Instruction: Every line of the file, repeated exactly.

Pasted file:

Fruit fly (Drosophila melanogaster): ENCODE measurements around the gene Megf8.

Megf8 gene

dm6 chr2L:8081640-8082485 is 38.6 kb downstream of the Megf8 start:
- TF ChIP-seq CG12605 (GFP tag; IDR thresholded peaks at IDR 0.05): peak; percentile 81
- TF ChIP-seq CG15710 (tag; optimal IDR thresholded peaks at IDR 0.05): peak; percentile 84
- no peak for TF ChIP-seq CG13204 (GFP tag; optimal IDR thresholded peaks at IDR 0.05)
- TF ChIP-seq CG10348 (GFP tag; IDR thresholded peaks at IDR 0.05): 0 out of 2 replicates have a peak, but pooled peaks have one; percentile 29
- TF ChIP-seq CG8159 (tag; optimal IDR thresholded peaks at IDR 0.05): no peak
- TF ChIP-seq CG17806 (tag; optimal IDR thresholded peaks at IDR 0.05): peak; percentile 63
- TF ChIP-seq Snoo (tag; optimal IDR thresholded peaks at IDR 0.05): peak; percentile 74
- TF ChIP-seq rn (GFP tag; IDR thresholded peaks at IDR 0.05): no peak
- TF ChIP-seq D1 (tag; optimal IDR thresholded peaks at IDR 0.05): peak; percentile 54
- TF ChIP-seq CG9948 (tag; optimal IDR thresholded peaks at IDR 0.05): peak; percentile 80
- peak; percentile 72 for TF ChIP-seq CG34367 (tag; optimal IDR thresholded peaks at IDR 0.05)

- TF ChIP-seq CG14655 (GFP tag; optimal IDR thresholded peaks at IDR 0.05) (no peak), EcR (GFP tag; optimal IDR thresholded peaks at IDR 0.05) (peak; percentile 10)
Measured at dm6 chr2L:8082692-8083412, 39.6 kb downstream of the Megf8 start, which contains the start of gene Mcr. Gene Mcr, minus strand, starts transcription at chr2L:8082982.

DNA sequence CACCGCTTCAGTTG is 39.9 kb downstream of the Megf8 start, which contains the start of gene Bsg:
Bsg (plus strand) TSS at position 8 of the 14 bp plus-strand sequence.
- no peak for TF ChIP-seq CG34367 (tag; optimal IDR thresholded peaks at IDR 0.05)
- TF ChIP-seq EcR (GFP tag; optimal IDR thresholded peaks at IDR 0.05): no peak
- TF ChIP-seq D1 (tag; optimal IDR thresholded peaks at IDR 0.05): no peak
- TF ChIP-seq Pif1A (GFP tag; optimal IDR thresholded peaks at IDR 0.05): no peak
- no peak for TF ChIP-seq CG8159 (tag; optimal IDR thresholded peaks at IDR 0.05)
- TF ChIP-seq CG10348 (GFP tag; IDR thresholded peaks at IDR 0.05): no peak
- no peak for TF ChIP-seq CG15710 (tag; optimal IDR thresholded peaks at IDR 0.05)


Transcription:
Fruit fly (Drosophila melanogaster): ENCODE measurements around the gene Megf8.

Megf8 gene

dm6 chr2L:8081640-8082485 is 38.6 kb downstream of the Megf8 start:
- TF ChIP-seq CG12605 (GFP tag; IDR thresholded peaks at IDR 0.05): peak; percentile 81
- TF ChIP-seq CG15710 (tag; optimal IDR thresholded peaks at IDR 0.05): peak; percentile 84
- no peak for TF ChIP-seq CG13204 (GFP tag; optimal IDR thresholded peaks at IDR 0.05)
- TF ChIP-seq CG10348 (GFP tag; IDR thresholded peaks at IDR 0.05): 0 out of 2 replicates have a peak, but pooled peaks have one; percentile 29
- TF ChIP-seq CG8159 (tag; optimal IDR thresholded peaks at IDR 0.05): no peak
- TF ChIP-seq CG17806 (tag; optimal IDR thresholded peaks at IDR 0.05): peak; percentile 63
- TF ChIP-seq Snoo (tag; optimal IDR thresholded peaks at IDR 0.05): peak; percentile 74
- TF ChIP-seq rn (GFP tag; IDR thresholded peaks at IDR 0.05): no peak
- TF ChIP-seq D1 (tag; optimal IDR thresholded peaks at IDR 0.05): peak; percentile 54
- TF ChIP-seq CG9948 (tag; optimal IDR thresholded peaks at IDR 0.05): peak; percentile 80
- peak; percentile 72 for TF ChIP-seq CG34367 (tag; optimal IDR thresholded peaks at IDR 0.05)

- TF ChIP-seq CG14655 (GFP tag; optimal IDR thresholded peaks at IDR 0.05) (no peak), EcR (GFP tag; optimal IDR thresholded peaks at IDR 0.05) (peak; percentile 10)
Measured at dm6 chr2L:8082692-8083412, 39.6 kb downstream of the Megf8 start, which contains the start of gene Mcr. Gene Mcr, minus strand, starts transcription at chr2L:8082982.

DNA sequence CACCGCTTCAGTTG is 39.9 kb downstream of the Megf8 start, which contains the start of gene Bsg:
Bsg (plus strand) TSS at position 8 of the 14 bp plus-strand sequence.
- no peak for TF ChIP-seq CG34367 (tag; optimal IDR thresholded peaks at IDR 0.05)
- TF ChIP-seq EcR (GFP tag; optimal IDR thresholded peaks at IDR 0.05): no peak
- TF ChIP-seq D1 (tag; optimal IDR thresholded peaks at IDR 0.05): no peak
- TF ChIP-seq Pif1A (GFP tag; optimal IDR thresholded peaks at IDR 0.05): no peak
- no peak for TF ChIP-seq CG8159 (tag; optimal IDR thresholded peaks at IDR 0.05)
- TF ChIP-seq CG10348 (GFP tag; IDR thresholded peaks at IDR 0.05): no peak
- no peak for TF ChIP-seq CG15710 (tag; optimal IDR thresholded peaks at IDR 0.05)